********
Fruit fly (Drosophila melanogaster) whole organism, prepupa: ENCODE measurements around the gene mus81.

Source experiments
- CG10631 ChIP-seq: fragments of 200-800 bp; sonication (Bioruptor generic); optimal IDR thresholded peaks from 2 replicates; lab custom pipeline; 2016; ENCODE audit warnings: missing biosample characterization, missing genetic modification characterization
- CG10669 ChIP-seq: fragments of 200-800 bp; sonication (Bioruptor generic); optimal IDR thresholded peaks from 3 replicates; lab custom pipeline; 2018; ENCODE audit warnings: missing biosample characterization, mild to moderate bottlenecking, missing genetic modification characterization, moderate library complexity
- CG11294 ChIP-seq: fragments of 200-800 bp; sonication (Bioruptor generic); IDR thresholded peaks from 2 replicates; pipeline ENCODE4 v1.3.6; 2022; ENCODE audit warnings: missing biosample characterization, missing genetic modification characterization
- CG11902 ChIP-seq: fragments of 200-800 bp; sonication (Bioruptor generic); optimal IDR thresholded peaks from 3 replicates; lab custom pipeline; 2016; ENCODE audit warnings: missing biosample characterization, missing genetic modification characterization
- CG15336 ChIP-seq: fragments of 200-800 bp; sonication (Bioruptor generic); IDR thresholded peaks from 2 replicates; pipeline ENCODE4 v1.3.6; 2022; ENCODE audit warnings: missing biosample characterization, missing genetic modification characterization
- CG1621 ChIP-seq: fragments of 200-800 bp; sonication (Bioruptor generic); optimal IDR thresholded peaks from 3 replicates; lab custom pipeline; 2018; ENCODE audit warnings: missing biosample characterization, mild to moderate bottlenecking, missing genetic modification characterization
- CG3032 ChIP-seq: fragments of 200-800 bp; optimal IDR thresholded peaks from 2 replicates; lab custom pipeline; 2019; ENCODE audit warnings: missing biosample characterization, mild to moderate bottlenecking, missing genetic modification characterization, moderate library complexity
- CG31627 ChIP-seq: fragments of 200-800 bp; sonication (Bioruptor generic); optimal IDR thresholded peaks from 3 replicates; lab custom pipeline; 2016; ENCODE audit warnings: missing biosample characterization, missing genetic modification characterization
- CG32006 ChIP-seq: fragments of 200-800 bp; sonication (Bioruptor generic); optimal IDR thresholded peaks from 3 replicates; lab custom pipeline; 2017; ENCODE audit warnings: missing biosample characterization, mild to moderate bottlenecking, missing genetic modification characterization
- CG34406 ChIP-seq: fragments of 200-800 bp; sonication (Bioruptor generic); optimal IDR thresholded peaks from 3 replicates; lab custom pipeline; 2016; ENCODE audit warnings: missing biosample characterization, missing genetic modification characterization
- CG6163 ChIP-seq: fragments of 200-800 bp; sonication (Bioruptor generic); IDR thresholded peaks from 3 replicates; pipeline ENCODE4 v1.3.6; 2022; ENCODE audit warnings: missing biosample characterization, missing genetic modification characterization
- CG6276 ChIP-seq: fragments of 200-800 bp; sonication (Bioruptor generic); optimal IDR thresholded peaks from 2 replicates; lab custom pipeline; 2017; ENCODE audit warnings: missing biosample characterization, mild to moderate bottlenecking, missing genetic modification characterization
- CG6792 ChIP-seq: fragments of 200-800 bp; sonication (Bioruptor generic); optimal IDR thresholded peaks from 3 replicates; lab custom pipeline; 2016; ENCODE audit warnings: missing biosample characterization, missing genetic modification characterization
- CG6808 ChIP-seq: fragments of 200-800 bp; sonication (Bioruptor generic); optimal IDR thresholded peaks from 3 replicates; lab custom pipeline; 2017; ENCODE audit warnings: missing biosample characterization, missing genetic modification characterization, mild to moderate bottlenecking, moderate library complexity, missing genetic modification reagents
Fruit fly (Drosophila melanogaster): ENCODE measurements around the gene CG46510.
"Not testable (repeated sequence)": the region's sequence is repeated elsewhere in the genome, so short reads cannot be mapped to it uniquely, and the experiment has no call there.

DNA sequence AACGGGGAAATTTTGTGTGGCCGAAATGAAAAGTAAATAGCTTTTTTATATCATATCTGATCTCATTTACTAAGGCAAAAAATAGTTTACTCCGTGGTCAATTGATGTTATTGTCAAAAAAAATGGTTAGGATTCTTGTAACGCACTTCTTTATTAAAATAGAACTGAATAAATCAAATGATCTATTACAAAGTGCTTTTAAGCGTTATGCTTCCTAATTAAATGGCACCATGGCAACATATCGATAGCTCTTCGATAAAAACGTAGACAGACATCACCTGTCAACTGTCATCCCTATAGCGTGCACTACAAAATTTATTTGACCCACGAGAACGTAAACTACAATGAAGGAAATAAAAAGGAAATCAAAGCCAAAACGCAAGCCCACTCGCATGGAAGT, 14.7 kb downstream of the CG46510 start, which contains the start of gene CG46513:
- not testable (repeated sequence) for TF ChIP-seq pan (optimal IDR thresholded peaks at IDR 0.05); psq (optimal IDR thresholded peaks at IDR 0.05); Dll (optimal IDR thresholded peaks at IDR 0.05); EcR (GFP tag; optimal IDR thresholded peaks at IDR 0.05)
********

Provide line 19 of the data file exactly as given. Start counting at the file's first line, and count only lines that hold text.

DNA sequence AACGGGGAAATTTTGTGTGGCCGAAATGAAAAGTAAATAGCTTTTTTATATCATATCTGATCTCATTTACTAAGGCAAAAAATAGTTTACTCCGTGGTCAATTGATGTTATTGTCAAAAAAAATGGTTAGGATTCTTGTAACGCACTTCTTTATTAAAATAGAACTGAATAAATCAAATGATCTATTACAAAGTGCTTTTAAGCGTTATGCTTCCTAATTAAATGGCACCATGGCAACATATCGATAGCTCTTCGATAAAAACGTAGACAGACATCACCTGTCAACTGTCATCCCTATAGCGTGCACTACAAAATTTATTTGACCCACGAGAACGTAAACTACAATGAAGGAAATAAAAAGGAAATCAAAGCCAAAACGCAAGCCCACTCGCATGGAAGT, 14.7 kb downstream of the CG46510 start, which contains the start of gene CG46513: